Comedy: Part 2. “Life is the Business of Pimps and Hoes”

Life is the business of pimps and hoes…  –Katt Williams

I have written about how comedy offers unique points of view and lets us make comparisons and juxtapositions we might otherwise not notice.  In this clip, Katt Williams compares a construction business owner and a pimp.

Humans tend to focus on differences, and for good reason.  It doesn’t do me much good to ponder how similar my house key and my car key are; their slight differences are what lead me to use one to open my house and the other to start my car.  However, our ability to make distinctions is very culturally and situationally sensitive.  The average American sees a difference between Wal-Mart and K-Mart, McDonald’s and Burger King, and so on.  Although they are objectively similar, it is also possible to see them as opposites of sorts.  We are familiar enough with their characteristics (and their own self-image projected through marketing) that we are able to differentiate them, and likely have a preference for one over the other.  Yet, to a foreigner, Wal-Mart and K-Mart would appear to be nearly identical except for the color scheme.  McDonald’s and Burger King would both be vendors of burgers, fried chicken, and french fries.  To explain that one was somehow really different than the other wouldn’t likely make a lot of sense.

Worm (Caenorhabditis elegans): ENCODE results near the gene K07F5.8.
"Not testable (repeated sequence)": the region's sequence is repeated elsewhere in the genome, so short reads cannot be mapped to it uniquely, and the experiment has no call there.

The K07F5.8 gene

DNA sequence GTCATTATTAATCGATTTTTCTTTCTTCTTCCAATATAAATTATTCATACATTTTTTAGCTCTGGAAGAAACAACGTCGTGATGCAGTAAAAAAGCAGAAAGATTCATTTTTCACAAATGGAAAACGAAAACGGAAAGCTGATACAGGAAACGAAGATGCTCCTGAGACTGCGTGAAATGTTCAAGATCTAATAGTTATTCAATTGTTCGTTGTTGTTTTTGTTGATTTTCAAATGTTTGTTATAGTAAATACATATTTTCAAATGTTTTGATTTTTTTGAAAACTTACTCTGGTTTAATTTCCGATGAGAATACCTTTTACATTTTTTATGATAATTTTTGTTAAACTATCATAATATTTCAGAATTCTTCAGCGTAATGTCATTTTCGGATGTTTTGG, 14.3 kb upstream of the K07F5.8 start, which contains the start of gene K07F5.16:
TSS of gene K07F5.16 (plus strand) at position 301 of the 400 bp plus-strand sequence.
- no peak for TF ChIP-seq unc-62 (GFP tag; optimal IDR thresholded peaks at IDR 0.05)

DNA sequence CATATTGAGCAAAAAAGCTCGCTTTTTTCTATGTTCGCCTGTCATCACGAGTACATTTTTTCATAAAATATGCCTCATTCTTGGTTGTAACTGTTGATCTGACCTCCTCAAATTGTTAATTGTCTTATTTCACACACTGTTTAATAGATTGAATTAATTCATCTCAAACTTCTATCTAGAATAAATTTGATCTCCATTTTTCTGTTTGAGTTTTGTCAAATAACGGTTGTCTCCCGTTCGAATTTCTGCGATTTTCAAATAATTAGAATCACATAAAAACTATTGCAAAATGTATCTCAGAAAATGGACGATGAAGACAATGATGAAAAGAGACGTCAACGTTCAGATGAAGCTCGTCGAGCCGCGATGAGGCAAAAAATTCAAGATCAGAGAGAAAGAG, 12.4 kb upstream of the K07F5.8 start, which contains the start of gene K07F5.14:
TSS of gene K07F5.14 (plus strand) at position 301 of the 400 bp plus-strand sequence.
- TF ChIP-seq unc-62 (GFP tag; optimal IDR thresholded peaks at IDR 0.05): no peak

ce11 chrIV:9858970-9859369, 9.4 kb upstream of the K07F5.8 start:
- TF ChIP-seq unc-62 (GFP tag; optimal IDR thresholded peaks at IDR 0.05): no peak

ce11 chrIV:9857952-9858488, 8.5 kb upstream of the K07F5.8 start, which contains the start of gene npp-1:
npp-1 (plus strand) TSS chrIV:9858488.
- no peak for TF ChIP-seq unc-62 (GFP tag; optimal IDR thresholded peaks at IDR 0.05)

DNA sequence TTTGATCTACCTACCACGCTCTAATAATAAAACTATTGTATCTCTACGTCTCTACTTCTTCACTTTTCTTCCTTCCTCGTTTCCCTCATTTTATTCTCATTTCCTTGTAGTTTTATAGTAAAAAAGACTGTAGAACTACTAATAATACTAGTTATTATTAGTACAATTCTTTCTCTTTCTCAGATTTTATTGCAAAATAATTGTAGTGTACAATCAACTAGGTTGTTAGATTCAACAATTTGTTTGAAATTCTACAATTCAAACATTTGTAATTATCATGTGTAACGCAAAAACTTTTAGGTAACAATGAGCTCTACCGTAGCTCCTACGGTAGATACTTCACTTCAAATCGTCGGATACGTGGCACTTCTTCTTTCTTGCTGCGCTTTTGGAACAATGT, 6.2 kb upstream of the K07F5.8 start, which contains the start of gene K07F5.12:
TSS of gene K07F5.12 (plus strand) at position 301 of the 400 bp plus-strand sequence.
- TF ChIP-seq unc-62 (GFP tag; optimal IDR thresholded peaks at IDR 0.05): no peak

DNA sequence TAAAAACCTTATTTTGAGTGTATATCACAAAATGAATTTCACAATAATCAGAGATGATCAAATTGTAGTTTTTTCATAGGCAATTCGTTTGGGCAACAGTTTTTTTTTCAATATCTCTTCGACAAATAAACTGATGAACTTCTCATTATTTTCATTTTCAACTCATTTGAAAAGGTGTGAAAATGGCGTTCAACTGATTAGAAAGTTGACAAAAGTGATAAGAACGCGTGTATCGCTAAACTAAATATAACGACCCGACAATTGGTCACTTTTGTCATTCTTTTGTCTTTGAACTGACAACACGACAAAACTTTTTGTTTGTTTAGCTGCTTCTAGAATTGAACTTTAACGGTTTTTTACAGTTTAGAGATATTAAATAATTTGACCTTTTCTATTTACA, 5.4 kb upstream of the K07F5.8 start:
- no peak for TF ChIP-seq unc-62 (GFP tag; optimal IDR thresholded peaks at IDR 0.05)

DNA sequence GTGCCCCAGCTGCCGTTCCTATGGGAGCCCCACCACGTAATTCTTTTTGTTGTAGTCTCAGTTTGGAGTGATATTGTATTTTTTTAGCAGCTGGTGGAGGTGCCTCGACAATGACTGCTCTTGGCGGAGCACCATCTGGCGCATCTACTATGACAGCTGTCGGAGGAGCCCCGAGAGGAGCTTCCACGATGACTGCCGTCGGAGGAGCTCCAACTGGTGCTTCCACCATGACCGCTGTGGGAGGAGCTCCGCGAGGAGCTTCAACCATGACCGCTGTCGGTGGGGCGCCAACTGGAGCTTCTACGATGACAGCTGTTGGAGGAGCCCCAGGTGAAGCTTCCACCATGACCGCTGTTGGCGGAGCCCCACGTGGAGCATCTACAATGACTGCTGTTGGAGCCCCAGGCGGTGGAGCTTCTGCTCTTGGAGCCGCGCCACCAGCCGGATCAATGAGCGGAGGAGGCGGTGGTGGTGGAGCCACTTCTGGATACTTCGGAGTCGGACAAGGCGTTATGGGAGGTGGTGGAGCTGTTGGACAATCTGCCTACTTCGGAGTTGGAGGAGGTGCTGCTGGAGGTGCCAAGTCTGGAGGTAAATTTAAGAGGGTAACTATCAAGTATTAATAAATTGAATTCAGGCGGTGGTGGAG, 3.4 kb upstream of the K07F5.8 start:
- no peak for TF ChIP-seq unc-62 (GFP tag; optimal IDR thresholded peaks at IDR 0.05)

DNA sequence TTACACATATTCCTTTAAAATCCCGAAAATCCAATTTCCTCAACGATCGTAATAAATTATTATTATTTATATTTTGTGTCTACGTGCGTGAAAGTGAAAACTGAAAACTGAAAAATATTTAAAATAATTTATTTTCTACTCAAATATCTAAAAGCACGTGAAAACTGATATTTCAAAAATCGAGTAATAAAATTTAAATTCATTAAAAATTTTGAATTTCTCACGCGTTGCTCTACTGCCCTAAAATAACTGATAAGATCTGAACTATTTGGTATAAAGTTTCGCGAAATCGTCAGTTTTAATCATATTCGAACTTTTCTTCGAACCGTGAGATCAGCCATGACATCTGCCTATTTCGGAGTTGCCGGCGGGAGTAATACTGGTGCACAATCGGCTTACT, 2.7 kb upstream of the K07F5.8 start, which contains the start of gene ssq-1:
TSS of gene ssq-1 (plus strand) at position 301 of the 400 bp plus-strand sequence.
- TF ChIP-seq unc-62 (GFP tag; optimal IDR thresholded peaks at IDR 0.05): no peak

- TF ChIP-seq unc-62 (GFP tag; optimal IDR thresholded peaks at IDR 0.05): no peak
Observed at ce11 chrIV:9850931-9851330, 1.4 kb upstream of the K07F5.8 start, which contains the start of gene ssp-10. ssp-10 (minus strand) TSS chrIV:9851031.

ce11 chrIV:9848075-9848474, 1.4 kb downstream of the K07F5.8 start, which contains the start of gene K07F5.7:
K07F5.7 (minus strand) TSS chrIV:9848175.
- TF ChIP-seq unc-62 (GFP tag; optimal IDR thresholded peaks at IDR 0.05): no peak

In a similar vein, culture and situation can prevent us from seeing common ground.  A businessman who owns a construction company wants to see himself as being far different than a pimp.  And in a lot of significant ways he is different.  Yet, as Katt Williams points out, business is business no matter what service or good the business produces.

Why is this relevant?  Because American social and political discourse focuses on exaggerating certain differences or similarities and minimizing others based on what we deem acceptable and unacceptable to the point that we quit understanding the real issue at all.  This is the first step to making decisions based on emotion rather than data and logic.  This is why we make decisions that feel good, but doom us and our policies to failure.  This is why we cannot continue to be single-issue voters, or continue to be single-cue decision-makers.  As with my other topics, specific examples will follow.  Some day.


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